William L. Wright (1868-1942) was born to be a Texas Ranger, and hard work made him a great one. Richard B. McCaslin argues that, considering his lineage, it is hard to imagine what else he might have done. Eight of Wright's relatives served as Rangers before the Civil War, five joined the Frontier Battalion from 1874 to 1901, and twenty-two were in the Ranger Force from 1901 to 1935. Wright tried working as a cowboy and farmer, but it did not suit him. Instead, he became a deputy sheriff and then a Ranger in 1899, battling a mob in the Laredo Smallpox Riot, policing both sides in the Reese-Townsend Feud, and winning a gunfight at Cotulla.
His need for a better salary led him to leave the Rangers and become a sheriff. He stayed in that office longer than any of his predecessors in Wilson County, keeping the peace during the so-called Bandit Wars, investigating numerous violent crimes, and surviving being stabbed on the gallows by the man he was hanging. When demands for Ranger reform peaked, he was appointed as a captain and served for most of the next twenty years, retiring in 1939 after commanding dozens of Rangers.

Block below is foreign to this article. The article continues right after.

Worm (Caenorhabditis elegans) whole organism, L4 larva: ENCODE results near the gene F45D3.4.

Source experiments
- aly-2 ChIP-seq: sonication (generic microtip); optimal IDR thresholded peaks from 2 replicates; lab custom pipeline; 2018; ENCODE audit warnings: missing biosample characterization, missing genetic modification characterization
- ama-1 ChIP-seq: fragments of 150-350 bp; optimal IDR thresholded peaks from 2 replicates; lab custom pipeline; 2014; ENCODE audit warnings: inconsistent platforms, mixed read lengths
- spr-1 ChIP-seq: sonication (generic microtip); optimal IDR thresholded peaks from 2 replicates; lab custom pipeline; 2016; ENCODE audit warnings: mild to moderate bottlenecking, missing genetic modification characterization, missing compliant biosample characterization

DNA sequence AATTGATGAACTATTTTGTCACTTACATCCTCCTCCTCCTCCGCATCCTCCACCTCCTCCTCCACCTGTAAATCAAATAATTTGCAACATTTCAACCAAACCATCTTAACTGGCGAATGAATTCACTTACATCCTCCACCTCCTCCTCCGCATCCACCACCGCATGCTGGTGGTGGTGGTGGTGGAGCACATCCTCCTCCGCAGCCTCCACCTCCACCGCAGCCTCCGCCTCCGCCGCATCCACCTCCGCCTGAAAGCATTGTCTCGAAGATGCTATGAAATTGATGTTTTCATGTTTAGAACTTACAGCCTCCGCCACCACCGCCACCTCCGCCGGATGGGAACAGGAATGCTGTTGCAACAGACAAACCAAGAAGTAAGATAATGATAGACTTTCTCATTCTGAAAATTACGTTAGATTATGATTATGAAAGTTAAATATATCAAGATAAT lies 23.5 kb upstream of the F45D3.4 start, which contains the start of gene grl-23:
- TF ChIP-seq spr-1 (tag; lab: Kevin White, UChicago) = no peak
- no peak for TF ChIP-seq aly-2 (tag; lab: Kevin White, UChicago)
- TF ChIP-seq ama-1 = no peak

Wright emerged unscathed from the Canales investigation, enforced Prohibition in South Texas, and policed oil towns in West Texas, as well as tackling many other legal problems. When he retired, he was the only Ranger in service who had worked under seven governors. More important, historians have included him among the "Big Four" captains of the Ranger Force. Wright thus joins such leaders as Francis A. "Frank" Hamer, Thomas R. "Tom" Hickman, and Manuel T. Gonzaullas, all of whom accompanied him in being inducted into the Texas Ranger Hall of Fame at Waco.